Silence Therapeutics is making a lot of noise these days when it comes to taking advantage of key IP and partnerships in the London-based company's RNA interference (RNAi) technology.
The latest is a one-year extension of ongoing research with AstraZeneca. The two companies have worked together since 2007 to identify five novel short-interfering RNA (siRNA) molecules for respiratory and oncology applications.
RNAi made a big splash when it was discovered a dozen years ago because of its potential to "silence" genes that cause cancers. The approach takes strands of genetic code and program them to find the gene responsible for a deadly condition, and then shuts it up. Many forms of cancer are caused by genes gone haywire. The ability to silence and regulate problem genes selectively through siRNA could provide a means to treat a wide range of human diseases. It has taken the intervening 12 years to develop RNAi therapeutics and to find a way of effectively delivering it to the right spot.
Silence CEO Philip Haworth, in a prepared statement, said he considers the AstraZeneca partnership to be another "strong endorsement of our technology."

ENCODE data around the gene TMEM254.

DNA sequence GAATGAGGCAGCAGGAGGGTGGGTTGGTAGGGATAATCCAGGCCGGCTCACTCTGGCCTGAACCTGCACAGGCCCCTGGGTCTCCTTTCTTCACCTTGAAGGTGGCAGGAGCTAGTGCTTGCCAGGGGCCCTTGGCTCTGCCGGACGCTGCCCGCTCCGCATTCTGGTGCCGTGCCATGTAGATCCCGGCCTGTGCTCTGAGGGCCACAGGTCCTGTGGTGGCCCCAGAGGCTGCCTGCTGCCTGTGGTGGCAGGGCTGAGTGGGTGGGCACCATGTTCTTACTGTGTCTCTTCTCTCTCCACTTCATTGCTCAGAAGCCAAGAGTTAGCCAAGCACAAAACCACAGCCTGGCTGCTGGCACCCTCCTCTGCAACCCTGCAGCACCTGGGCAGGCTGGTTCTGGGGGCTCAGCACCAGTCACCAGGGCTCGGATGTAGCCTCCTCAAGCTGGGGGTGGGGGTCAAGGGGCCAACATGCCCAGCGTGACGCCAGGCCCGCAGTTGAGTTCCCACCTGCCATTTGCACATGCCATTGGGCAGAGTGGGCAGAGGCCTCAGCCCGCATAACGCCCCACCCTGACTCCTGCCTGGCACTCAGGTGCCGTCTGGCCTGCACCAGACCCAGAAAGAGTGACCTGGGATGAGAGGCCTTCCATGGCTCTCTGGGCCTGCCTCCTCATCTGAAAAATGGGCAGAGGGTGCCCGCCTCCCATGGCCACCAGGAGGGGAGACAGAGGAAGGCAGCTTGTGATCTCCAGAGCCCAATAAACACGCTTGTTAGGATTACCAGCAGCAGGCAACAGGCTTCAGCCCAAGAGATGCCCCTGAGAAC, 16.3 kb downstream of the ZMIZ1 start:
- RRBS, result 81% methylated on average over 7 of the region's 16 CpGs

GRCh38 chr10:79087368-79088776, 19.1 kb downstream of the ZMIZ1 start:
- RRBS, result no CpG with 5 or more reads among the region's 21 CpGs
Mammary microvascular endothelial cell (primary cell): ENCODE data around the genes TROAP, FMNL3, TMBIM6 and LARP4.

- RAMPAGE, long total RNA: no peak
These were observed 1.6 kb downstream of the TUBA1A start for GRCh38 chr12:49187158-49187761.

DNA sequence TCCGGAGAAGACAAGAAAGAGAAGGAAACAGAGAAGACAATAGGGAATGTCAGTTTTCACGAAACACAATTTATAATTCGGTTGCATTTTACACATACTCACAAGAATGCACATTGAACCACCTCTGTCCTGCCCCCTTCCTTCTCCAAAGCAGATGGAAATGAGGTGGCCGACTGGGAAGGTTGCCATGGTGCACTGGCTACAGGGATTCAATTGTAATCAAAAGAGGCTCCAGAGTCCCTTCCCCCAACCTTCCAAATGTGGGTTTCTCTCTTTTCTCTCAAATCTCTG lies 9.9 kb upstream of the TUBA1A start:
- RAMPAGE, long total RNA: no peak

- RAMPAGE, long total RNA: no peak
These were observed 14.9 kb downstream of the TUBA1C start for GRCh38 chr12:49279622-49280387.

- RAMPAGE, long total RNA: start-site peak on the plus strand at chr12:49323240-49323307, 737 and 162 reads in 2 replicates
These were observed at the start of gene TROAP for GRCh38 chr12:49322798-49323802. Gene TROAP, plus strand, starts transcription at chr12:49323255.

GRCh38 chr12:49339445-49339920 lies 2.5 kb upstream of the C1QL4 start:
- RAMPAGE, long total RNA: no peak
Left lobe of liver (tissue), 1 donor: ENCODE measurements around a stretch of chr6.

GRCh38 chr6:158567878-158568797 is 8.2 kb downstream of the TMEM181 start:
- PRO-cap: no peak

Separately, Haworth has said that he expects large biotech and pharmaceutical companies to come knocking on Silence's door in search of licensing deals and partnerships. In an excellent article by Doug Macron of Gene Silencing News, Haworth cites two reasons for his optimism. First, the RNAi drug-delivery technology Silence acquired when it merged recently with Intradigm, whose AtuPLEX liposomal formulation of siRNAs are integral to Silence's cancer drug Atu027 currently undergoing Phase I trials. The second reason? Twelve words: "Methods and Compositions for Enhancing the Efficacy and Specificity of RNA Silencing." That's recently granted U.S. Patent No. 7,750,144, which enhances "the efficacy and specificity of RNA silencing." Haworth tells Gene Silencing News that this key patent "is going to prove to be a very significant IP asset, not just for Silence but for the space, in general."